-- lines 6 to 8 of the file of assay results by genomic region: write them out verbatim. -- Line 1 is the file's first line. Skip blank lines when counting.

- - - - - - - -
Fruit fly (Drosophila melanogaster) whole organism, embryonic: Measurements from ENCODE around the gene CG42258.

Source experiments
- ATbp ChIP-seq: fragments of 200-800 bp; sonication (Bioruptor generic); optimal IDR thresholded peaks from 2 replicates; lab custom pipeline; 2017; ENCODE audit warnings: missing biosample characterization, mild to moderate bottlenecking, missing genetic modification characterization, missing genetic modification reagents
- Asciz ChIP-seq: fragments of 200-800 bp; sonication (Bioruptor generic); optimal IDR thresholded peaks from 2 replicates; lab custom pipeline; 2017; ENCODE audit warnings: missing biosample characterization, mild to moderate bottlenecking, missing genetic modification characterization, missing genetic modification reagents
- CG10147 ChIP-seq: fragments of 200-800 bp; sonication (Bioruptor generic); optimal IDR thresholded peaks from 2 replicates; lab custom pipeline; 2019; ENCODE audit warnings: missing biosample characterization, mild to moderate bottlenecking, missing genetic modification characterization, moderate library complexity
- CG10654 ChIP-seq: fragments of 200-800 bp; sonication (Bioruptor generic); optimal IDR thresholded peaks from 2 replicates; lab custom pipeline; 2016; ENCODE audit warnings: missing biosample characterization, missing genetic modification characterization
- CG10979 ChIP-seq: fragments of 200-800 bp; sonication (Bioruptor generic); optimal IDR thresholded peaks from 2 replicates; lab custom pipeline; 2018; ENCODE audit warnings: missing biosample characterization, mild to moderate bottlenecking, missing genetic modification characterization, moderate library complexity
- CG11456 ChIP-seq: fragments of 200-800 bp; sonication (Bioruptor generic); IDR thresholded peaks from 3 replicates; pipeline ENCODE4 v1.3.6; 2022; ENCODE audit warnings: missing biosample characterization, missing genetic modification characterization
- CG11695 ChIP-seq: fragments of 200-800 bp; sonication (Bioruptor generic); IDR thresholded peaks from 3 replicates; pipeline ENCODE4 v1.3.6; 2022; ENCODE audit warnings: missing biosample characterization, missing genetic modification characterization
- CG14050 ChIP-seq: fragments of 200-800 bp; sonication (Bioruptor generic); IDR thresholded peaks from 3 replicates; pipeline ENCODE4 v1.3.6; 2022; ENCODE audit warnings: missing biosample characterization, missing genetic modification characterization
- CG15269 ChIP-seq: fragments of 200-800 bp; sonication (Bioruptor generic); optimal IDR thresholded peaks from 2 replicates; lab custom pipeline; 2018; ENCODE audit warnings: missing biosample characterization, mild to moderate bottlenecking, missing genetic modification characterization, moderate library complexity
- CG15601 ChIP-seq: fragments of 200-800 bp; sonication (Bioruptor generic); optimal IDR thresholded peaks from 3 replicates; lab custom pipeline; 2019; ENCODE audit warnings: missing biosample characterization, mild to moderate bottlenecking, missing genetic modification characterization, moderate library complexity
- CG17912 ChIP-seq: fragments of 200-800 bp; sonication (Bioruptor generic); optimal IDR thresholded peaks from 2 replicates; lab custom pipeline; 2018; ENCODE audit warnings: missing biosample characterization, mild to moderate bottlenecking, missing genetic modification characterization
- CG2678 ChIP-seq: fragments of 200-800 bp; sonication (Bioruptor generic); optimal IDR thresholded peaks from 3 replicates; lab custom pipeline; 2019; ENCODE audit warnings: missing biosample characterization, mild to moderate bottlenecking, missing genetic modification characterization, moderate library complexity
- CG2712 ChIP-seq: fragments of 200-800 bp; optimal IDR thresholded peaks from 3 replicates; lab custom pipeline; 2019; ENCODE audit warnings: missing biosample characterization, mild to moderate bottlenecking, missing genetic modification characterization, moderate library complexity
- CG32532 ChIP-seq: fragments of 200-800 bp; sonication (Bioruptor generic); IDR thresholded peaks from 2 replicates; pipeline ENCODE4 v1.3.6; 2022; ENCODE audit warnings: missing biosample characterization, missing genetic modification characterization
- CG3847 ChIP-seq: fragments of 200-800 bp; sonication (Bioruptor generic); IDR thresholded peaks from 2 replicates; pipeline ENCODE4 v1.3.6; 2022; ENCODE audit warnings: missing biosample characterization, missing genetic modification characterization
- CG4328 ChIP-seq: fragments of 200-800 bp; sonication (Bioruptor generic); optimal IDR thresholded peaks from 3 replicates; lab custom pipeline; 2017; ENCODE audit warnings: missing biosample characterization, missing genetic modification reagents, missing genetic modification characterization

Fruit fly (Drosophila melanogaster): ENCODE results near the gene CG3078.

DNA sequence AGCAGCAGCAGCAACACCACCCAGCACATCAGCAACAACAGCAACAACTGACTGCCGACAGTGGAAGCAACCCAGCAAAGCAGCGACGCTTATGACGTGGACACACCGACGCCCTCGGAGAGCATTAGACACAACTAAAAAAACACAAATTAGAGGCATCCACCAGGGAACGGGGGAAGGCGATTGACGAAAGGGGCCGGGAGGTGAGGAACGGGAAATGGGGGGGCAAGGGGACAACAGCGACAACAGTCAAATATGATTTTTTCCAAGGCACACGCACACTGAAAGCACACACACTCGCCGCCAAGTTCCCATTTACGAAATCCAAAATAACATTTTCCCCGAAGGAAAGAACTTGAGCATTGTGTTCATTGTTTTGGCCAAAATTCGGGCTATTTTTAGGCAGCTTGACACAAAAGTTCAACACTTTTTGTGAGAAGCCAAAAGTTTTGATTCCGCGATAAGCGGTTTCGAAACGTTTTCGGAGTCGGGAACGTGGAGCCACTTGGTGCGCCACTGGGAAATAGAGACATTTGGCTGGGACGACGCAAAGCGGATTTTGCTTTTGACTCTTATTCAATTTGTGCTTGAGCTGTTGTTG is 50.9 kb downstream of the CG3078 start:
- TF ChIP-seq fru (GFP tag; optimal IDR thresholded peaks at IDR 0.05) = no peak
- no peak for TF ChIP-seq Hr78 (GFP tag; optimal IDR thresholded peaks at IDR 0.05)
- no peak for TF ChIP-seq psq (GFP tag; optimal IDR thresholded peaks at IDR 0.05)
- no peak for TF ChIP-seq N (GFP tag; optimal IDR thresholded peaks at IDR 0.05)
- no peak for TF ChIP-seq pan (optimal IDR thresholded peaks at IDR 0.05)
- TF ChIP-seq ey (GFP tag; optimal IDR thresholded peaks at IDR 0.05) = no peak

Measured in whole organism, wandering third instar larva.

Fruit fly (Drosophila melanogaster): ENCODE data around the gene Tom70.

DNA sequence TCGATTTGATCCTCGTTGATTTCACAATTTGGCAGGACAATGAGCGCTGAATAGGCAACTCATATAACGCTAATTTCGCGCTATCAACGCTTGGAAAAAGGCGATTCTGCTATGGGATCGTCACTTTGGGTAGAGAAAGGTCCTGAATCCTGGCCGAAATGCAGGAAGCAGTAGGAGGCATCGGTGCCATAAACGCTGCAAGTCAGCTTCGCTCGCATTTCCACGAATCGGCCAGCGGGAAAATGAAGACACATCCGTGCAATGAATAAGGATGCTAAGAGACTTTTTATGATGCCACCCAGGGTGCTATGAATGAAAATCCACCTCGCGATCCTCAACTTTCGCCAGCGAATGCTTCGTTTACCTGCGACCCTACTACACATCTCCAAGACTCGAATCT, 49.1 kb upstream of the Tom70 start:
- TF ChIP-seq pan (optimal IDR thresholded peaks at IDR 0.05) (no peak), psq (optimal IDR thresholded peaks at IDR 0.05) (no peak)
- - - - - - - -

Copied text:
- CG10654 ChIP-seq: fragments of 200-800 bp; sonication (Bioruptor generic); optimal IDR thresholded peaks from 2 replicates; lab custom pipeline; 2016; ENCODE audit warnings: missing biosample characterization, missing genetic modification characterization
- CG10979 ChIP-seq: fragments of 200-800 bp; sonication (Bioruptor generic); optimal IDR thresholded peaks from 2 replicates; lab custom pipeline; 2018; ENCODE audit warnings: missing biosample characterization, mild to moderate bottlenecking, missing genetic modification characterization, moderate library complexity
- CG11456 ChIP-seq: fragments of 200-800 bp; sonication (Bioruptor generic); IDR thresholded peaks from 3 replicates; pipeline ENCODE4 v1.3.6; 2022; ENCODE audit warnings: missing biosample characterization, missing genetic modification characterization